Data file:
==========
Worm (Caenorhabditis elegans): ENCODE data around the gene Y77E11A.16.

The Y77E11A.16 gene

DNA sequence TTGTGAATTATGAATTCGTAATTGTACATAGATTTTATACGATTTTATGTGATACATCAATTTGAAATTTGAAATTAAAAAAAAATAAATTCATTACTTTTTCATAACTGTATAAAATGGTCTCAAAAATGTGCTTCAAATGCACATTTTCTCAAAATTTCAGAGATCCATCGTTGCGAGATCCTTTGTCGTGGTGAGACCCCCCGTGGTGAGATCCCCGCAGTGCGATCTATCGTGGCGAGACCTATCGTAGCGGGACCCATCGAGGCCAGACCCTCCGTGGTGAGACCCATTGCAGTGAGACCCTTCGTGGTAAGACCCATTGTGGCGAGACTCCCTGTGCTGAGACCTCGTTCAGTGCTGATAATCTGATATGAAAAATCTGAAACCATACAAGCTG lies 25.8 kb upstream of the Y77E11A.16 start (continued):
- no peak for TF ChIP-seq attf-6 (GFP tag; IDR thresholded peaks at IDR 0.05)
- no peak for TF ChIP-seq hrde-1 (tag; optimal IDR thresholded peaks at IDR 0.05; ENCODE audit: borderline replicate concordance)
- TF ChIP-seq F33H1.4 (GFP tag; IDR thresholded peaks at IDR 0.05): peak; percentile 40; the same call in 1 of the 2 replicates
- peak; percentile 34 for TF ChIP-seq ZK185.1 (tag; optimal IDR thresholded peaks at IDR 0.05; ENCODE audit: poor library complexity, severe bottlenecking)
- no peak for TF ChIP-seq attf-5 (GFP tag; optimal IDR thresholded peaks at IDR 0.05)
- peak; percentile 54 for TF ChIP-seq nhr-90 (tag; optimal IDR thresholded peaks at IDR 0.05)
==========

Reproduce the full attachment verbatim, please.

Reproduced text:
Worm (Caenorhabditis elegans): ENCODE data around the gene Y77E11A.16.

The Y77E11A.16 gene

DNA sequence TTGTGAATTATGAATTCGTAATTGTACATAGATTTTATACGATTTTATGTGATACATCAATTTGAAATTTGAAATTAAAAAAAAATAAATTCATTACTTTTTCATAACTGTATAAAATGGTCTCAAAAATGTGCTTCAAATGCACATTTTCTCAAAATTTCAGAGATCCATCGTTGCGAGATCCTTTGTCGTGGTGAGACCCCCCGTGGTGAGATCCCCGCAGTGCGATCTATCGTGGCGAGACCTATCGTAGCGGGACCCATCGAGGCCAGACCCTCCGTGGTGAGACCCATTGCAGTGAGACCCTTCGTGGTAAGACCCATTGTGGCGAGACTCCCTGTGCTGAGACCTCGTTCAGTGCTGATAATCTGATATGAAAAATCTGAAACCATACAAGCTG lies 25.8 kb upstream of the Y77E11A.16 start (continued):
- no peak for TF ChIP-seq attf-6 (GFP tag; IDR thresholded peaks at IDR 0.05)
- no peak for TF ChIP-seq hrde-1 (tag; optimal IDR thresholded peaks at IDR 0.05; ENCODE audit: borderline replicate concordance)
- TF ChIP-seq F33H1.4 (GFP tag; IDR thresholded peaks at IDR 0.05): peak; percentile 40; the same call in 1 of the 2 replicates
- peak; percentile 34 for TF ChIP-seq ZK185.1 (tag; optimal IDR thresholded peaks at IDR 0.05; ENCODE audit: poor library complexity, severe bottlenecking)
- no peak for TF ChIP-seq attf-5 (GFP tag; optimal IDR thresholded peaks at IDR 0.05)
- peak; percentile 54 for TF ChIP-seq nhr-90 (tag; optimal IDR thresholded peaks at IDR 0.05)